in his hair. The man was crying but trying not to, so that he could smile and wave at Clark as he died.
The process is grim and grotesque. But while polls tell us that Texans are pretty similar to other Americans on most issues, the death penalty is one where we stand apart. According to a November 2011 poll from the Pew Research Center for the People and the Press, 62 percent of Americans support the death penalty for people convicted of murder and 31 percent are opposed. A May 2012 University of Texas/ Texas Tribune poll, by contrast, found that 73 percent of Texans were either “strongly” or “somewhat” in favor of the death penalty, with just 21 percent opposed.
An outsider could easily get the impression that Texas’s use of the death penalty is in keeping with a generally punitive approach to crime. The state’s prison population is dropping slightly—in August 2012 there were about 154,000 people behind bars, down from 156,500 a year before—but Texas nonetheless has the largest prison population of any state and the fourth-highest incarceration rate in the country. Prison conditions are often overcrowded and unpleasant, and occasionally abusive. Most of the state’s prisons have no air-conditioning, for example; there have been inmate deaths attributed to heat, leading to ongoing lawsuits against the state.
The state’s disproportionate prison population is partly due to disproportionate crime. In several major categories, Texas’s crime rates exceed the national average. But that is also due to the state’s historically draconian approach. Texas drug laws, for example, have been notorious not only for their severity but also for their use in neutralizing people suspected of socially disruptive behavior—that is to say, political types. The most famous case is that of Lee Otis Johnson, a black activist and organizer from Houston who, in 1968, received a thirty-year prison sentence after passing a joint to an undercover cop (he served four years before being freed on appeal). “Criminal mischief” has been another catchall charge used to crack down on perceived troublemakers, usually black or Hispanic ones. That supposed crime, which generally refers to property damage or vandalism, can carry a sentence of up to twenty years.
Not surprisingly, Texans are big on the right to bear arms. They always have been: a grievance that triggered the revolution was that Mexico didn’t want the settlers to be armed. Democrat Ann Richards was one of the few modern governors to be skeptical of Texas’s gun culture. She was tough on crime—she built new prisons and made it much harder to be released on parole—but she also vetoed a concealed-carry bill in 1993, even after advocates tried to persuade her that the law would help women in particular to ensure their personal safety. “Well, I’m not a sexist,” she responded, “but there is not a woman in this state who could find a gun in her handbag, much less a lipstick.” That was during her campaign against George W. Bush, who promised that he would sign the bill. He won, and he did.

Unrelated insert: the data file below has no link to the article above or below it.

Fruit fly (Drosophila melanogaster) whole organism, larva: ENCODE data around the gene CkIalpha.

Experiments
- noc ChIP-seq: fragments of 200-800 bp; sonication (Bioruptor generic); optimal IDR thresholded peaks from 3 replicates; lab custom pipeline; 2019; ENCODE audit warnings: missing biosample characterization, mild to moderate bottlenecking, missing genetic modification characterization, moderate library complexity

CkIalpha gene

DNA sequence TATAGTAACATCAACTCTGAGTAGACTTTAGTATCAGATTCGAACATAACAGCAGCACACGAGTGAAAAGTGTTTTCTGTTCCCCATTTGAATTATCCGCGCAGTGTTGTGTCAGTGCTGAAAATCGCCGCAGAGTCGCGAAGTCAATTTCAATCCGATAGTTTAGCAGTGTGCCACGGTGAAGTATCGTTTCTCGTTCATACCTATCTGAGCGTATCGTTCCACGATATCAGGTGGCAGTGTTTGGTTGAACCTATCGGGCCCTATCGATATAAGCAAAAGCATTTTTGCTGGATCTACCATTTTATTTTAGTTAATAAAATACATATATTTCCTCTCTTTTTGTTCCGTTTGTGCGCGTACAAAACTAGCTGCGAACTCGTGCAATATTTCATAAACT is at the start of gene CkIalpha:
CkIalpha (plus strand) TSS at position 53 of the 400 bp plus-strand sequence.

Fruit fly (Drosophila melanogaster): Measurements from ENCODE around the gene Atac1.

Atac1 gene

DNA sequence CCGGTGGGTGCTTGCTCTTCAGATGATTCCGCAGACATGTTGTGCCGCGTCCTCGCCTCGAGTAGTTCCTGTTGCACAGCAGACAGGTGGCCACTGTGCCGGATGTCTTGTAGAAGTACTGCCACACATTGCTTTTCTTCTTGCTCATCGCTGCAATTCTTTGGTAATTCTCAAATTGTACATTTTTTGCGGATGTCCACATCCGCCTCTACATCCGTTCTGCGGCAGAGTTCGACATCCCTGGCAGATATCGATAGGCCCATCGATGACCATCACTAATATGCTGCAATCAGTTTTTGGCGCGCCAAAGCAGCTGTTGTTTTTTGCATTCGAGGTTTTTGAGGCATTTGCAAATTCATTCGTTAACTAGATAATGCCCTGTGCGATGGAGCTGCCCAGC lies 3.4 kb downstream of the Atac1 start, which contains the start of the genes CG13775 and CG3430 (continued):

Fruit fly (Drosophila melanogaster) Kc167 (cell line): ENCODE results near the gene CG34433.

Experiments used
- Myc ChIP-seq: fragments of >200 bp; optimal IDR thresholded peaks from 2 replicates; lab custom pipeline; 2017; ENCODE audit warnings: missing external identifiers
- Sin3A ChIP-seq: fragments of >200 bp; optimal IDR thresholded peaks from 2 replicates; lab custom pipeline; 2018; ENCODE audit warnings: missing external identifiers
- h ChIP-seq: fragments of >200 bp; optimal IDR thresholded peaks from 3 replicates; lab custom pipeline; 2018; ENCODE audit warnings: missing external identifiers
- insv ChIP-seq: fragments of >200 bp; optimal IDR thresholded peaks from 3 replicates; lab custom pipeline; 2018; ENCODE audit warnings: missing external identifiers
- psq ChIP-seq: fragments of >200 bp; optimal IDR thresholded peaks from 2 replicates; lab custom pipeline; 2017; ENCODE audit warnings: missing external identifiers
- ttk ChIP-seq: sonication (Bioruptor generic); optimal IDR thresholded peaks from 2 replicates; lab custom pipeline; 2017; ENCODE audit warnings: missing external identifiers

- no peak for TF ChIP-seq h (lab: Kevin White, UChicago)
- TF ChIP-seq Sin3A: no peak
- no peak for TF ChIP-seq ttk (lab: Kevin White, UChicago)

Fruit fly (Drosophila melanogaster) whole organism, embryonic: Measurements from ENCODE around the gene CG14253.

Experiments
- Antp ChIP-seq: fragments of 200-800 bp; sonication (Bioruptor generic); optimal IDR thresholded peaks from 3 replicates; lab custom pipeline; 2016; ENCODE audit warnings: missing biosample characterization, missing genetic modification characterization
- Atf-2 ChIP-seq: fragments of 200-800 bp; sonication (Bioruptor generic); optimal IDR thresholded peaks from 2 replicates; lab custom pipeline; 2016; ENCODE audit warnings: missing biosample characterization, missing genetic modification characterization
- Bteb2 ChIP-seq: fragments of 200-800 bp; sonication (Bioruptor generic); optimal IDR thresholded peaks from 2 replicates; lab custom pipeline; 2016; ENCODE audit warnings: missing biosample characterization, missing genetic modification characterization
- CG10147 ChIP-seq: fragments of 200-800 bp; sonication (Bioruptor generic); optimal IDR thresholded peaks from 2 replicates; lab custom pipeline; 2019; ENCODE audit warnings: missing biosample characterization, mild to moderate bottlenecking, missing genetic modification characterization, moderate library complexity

MOST TEXANS AREN ’T BOTHERED by the state’s strong Second Amendment stance. And many would point out that Texas has actually pursued a number of criminal justice reforms in recent years. But it’s an uphill battle when so many people think your state is, well, dumb. That’s another problem people have with Texas. Never was that clearer than when George W. Bush emerged on the national stage, speaking English the way he does.
“Such frank boobery would seem to represent a culmination of the long, strange history of anti-intellectualism in America,” wrote Mark Crispin Miller, who was moved to write a whole book on the subject of Bush 43’s syntax and diction. “Certainly George W. Bush has always postured as a good ole boy, who don’t go in fer usin’ them five-dollar words like ‘snippy’ and ‘insurance.’ ” In Miller’s view, Bush was a step down from presidents such as Franklin Pierce, who was “fluent in Greek and Latin, like so many of his peers.” Yes, the heady days of antebellum America—black people were held as slaves, women couldn’t vote, and the American buffalo was on the verge of extinction, but at least the affluent white men of America’s political elite spoke Greek so that we didn’t have to be so ashamed of our boobery.
Complicating matters is that Texans themselves seem to go out of their way to offend everyone as much as possible—and if anyone gets upset, they act like it’s the funniest thing they’ve ever heard. Remember that one about secession? It was April 15, 2009, a bright, sunny day in Austin. Governor Perry was at city hall addressing a rally for people who were against the stimulus package, one of the nation’s proto–tea party events. As the governor was leaving, Kelley Shannon, a reporter with the Associated Press, asked him what he thought about the idea that Texas could secede. Somebody in the crowd had shouted something to that effect, and Perry was known to be a big proponent of states’ rights.
“Oh, I think there’s a lot of different scenarios,” Perry replied. “Texas is a unique place. When we came in the Union in 1845, one of the issues was that we would be able to leave if we decided to do that. You know, my hope is that America, and Washington in particular, pays attention,” he continued. “We’ve got a great Union. There is absolutely no reason to dissolve it. But if Washington continues to thumb their nose at the American people, you know, who knows what may come out of that? So. But Texas is a very unique place, and we’re a pretty independent lot to boot.”
In Texas, the comments were greeted with a snort: it was just Perry running his mouth. People in other parts of the country, however, were shocked, maybe because they’re not used to hearing their governors allude to secession or sovereignty. After Perry joined the presidential race